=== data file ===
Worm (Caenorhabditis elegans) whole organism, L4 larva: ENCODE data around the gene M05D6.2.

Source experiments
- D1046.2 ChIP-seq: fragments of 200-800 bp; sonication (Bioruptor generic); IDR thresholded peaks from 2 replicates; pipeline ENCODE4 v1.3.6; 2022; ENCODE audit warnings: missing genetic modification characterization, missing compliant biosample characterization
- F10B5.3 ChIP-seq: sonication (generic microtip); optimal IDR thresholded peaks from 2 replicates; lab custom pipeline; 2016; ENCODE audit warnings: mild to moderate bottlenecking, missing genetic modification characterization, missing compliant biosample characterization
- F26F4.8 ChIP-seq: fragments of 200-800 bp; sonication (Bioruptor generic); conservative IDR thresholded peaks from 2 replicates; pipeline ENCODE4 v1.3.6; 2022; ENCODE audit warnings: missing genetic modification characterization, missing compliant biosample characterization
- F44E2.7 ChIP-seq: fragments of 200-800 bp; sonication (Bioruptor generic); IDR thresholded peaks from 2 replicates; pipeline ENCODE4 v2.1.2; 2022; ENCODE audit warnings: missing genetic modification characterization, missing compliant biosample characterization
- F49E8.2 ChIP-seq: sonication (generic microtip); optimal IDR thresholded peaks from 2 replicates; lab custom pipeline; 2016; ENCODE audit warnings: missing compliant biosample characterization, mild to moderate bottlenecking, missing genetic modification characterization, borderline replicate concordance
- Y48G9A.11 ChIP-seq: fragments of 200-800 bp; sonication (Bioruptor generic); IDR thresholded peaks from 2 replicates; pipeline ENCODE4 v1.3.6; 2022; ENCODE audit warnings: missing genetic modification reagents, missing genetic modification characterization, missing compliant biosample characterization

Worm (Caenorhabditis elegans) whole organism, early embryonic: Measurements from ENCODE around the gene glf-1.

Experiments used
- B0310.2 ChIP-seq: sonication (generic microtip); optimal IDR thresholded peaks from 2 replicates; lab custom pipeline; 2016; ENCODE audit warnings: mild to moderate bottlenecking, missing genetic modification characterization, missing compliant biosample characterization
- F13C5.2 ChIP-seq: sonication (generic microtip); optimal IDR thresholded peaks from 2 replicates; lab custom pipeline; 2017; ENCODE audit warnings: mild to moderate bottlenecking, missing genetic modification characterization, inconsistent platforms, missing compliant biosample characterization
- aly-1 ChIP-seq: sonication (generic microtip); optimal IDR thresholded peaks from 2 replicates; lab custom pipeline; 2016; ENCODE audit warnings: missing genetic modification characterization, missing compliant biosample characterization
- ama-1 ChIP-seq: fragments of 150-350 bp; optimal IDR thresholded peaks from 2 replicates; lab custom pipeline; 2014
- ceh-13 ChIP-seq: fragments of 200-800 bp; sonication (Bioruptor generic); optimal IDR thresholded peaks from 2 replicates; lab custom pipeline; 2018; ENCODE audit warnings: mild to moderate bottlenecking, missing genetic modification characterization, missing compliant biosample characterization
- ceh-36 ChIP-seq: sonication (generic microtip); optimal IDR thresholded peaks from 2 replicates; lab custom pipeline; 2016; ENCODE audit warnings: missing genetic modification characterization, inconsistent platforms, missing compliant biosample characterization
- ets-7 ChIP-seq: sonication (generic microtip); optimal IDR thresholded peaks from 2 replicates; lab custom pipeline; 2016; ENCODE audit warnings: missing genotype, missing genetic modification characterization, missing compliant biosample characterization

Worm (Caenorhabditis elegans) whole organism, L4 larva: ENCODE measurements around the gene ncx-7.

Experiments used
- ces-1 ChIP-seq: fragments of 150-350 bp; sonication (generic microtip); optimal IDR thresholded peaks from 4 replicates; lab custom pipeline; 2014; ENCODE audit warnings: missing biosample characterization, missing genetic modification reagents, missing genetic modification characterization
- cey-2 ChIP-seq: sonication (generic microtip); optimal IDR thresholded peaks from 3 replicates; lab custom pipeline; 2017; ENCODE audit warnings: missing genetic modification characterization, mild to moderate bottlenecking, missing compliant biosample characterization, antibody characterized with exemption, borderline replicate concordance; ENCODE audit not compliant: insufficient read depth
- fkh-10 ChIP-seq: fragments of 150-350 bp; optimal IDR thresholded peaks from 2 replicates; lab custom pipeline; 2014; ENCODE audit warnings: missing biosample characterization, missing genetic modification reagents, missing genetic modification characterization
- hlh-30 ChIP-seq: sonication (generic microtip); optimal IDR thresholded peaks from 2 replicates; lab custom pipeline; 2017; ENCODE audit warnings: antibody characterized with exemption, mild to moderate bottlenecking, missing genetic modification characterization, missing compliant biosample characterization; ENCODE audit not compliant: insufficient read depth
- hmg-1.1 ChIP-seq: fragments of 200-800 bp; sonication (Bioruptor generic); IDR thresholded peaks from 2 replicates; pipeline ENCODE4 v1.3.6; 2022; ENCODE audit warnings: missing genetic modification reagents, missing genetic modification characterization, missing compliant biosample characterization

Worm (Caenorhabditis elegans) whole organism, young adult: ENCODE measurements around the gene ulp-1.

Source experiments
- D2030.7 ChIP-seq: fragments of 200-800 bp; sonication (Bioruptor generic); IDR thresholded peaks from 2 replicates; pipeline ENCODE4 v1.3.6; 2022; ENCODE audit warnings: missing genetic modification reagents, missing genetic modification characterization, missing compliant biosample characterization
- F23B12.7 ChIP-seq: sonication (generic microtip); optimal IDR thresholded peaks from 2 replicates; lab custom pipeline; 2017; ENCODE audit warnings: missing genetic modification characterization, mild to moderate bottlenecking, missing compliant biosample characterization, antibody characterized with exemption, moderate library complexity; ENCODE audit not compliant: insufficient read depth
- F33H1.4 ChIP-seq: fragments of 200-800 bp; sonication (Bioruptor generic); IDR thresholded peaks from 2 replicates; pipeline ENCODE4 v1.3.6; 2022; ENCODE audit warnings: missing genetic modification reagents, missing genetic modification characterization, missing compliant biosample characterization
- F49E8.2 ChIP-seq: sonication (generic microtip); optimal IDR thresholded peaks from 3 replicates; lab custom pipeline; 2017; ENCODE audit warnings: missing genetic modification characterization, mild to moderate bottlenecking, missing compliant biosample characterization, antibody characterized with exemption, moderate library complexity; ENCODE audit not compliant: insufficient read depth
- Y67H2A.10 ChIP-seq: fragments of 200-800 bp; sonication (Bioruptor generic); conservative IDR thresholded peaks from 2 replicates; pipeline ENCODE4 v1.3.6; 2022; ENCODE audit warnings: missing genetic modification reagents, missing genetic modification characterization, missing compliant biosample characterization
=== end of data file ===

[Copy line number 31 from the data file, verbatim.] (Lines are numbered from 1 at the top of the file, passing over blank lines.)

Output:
- Y67H2A.10 ChIP-seq: fragments of 200-800 bp; sonication (Bioruptor generic); conservative IDR thresholded peaks from 2 replicates; pipeline ENCODE4 v1.3.6; 2022; ENCODE audit warnings: missing genetic modification reagents, missing genetic modification characterization, missing compliant biosample characterization